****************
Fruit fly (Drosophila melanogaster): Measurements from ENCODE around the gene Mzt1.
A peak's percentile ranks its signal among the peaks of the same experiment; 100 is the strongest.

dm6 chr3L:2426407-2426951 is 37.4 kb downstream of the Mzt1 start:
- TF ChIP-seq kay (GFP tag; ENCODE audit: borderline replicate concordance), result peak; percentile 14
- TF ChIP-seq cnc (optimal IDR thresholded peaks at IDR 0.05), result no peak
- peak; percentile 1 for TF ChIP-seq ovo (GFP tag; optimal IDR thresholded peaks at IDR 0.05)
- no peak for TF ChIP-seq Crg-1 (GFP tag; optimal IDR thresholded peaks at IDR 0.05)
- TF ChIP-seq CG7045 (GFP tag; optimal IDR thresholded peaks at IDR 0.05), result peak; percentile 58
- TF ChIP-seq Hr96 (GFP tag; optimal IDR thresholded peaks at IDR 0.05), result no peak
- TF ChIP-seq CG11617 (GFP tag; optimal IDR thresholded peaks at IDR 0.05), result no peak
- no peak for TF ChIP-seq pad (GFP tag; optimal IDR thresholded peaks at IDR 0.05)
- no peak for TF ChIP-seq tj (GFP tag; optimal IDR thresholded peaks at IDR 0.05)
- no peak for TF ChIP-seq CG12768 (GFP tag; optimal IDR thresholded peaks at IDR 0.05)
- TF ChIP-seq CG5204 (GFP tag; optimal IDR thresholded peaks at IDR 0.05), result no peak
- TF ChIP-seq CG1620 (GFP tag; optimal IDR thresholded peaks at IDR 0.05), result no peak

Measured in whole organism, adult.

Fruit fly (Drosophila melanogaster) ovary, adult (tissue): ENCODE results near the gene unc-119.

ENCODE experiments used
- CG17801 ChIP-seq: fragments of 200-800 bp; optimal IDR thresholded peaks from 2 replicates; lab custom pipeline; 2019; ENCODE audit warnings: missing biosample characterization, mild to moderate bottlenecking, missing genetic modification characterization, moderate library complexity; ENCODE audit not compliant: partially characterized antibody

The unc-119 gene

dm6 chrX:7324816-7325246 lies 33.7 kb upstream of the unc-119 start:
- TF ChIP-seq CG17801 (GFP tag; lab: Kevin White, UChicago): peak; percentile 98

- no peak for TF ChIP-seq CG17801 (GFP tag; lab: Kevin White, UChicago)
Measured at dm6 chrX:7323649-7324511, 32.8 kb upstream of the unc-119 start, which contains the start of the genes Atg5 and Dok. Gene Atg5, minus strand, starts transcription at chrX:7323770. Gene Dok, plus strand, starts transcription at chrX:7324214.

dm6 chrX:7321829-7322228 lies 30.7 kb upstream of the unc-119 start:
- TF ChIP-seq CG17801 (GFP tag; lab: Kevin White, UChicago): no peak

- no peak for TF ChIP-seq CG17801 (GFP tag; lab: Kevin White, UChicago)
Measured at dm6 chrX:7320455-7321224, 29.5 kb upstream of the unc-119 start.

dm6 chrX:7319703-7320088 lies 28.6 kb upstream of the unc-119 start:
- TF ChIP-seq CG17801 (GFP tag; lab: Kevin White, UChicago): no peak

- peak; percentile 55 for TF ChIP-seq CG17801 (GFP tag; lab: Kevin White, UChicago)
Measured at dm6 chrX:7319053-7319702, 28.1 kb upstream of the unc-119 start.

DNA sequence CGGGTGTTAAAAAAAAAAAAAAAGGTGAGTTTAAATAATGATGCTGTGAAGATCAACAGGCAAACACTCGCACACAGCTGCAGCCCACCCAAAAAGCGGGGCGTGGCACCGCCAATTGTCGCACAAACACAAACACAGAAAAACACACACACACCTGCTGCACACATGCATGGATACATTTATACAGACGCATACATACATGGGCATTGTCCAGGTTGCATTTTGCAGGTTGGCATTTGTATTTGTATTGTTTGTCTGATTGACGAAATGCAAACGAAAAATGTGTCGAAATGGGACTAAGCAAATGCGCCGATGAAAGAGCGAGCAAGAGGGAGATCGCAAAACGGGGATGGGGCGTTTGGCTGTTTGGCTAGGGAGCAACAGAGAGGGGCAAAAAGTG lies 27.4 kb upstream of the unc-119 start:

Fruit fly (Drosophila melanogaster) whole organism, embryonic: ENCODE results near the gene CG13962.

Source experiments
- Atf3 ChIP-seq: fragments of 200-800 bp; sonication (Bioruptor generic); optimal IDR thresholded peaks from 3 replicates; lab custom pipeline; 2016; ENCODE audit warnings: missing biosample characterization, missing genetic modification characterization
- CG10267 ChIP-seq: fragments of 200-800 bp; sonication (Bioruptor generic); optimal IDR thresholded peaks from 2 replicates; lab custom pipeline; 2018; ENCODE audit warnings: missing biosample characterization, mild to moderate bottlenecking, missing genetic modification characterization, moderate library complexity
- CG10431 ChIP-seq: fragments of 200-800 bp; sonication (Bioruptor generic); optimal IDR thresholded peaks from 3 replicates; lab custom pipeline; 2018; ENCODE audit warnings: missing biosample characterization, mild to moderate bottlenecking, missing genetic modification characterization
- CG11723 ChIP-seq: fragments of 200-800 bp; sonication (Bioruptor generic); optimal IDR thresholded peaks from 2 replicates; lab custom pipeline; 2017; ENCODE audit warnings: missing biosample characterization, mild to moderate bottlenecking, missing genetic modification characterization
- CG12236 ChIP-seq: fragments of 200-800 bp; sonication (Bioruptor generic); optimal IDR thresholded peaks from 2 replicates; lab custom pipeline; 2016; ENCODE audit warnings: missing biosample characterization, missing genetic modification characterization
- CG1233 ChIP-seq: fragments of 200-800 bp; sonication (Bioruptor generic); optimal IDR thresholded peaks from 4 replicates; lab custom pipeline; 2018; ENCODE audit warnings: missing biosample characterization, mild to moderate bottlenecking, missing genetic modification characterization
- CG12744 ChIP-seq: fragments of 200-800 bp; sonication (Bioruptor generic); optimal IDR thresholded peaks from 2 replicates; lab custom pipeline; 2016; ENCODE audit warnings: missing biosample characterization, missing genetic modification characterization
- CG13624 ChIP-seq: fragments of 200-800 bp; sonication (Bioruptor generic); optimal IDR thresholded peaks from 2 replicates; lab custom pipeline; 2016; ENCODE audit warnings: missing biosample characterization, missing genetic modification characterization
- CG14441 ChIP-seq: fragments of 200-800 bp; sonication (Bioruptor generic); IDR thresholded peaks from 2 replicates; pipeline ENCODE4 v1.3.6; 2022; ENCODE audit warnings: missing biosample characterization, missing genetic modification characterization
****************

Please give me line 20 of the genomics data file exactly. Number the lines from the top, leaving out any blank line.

The unc-119 gene